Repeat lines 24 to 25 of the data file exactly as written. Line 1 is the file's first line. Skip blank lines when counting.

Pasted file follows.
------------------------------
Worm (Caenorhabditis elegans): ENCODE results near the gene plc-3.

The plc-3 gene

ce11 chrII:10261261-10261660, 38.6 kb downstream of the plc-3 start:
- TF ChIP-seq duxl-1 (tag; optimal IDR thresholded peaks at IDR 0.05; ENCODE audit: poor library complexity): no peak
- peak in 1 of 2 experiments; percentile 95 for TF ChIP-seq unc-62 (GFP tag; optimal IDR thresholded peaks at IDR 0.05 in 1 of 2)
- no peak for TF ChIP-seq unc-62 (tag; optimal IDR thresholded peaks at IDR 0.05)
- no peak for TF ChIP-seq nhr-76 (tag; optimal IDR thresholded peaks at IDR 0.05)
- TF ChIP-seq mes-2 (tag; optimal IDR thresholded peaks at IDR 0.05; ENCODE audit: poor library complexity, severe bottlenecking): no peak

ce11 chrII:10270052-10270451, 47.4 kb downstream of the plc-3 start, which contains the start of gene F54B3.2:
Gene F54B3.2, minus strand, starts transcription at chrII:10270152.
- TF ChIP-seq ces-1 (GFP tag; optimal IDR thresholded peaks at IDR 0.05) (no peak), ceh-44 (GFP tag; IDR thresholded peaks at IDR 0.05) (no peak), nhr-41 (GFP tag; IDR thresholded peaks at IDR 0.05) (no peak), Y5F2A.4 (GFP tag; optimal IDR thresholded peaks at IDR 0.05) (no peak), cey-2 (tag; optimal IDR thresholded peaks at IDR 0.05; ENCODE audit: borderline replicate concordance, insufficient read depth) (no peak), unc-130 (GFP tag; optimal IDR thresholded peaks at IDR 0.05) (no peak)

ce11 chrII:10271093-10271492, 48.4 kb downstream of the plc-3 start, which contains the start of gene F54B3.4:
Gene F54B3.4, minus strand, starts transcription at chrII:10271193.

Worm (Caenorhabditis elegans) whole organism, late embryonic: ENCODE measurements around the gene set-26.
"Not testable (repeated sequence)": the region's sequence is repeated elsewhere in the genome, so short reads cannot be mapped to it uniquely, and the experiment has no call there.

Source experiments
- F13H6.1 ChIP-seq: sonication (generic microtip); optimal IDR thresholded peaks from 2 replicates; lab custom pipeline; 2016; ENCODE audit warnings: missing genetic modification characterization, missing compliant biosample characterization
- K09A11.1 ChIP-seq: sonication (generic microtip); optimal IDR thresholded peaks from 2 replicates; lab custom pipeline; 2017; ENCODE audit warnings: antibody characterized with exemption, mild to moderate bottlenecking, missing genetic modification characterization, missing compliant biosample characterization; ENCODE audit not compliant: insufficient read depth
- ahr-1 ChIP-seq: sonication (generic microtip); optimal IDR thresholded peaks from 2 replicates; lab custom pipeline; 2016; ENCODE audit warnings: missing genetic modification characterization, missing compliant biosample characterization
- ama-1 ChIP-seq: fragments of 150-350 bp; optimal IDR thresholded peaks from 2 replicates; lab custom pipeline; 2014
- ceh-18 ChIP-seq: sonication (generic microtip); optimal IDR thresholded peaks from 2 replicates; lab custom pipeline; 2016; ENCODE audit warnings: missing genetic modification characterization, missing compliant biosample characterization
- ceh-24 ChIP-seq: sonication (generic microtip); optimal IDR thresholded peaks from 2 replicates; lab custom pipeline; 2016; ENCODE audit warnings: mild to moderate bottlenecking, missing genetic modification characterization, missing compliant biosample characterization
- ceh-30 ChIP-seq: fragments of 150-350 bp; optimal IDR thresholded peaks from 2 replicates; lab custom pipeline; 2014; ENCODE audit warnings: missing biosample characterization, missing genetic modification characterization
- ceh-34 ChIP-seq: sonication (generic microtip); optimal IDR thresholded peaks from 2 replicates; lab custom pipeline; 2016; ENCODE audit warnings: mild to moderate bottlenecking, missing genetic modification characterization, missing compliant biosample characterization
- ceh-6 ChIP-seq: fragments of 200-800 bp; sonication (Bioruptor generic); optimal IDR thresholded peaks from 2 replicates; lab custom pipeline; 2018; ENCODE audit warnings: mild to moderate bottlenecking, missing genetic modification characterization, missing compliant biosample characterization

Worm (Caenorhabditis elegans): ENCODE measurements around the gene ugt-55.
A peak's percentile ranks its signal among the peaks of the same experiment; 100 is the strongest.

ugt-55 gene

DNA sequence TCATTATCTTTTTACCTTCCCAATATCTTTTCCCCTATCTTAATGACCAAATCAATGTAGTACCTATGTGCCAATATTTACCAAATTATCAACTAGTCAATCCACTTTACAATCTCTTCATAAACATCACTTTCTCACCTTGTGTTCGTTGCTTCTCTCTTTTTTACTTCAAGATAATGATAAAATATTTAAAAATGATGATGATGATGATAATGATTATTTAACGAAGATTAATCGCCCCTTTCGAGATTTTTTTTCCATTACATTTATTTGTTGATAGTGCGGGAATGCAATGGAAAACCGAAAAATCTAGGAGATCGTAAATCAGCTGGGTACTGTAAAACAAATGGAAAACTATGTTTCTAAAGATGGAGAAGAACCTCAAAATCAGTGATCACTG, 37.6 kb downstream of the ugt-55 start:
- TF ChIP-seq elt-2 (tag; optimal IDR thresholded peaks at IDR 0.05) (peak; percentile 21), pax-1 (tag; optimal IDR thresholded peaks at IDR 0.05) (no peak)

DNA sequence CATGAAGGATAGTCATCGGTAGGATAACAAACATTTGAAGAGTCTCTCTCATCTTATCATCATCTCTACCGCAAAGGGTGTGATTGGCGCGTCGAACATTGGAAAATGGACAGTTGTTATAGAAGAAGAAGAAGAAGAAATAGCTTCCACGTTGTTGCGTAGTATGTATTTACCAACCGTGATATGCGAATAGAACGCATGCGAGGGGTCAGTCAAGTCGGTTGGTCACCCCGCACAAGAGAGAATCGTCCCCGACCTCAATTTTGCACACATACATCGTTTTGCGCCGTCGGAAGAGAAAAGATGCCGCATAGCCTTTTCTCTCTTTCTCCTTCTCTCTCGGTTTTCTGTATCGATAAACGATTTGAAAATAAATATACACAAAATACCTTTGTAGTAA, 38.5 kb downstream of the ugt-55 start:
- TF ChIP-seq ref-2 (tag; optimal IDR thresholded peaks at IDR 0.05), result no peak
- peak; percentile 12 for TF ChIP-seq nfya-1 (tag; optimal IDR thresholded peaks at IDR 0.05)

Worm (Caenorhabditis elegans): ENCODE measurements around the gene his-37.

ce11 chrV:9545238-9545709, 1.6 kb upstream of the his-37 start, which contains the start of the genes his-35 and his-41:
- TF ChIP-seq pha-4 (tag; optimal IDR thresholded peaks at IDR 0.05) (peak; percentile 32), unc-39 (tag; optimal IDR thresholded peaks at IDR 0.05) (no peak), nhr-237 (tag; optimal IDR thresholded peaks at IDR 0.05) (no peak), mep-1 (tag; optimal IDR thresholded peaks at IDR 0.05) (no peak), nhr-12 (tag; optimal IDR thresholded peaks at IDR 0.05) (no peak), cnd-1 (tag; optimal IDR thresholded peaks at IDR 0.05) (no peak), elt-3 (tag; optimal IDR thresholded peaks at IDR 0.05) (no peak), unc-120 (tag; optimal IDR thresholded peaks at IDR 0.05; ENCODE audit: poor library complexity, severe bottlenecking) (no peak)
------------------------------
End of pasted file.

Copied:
- ceh-34 ChIP-seq: sonication (generic microtip); optimal IDR thresholded peaks from 2 replicates; lab custom pipeline; 2016; ENCODE audit warnings: mild to moderate bottlenecking, missing genetic modification characterization, missing compliant biosample characterization
- ceh-6 ChIP-seq: fragments of 200-800 bp; sonication (Bioruptor generic); optimal IDR thresholded peaks from 2 replicates; lab custom pipeline; 2018; ENCODE audit warnings: mild to moderate bottlenecking, missing genetic modification characterization, missing compliant biosample characterization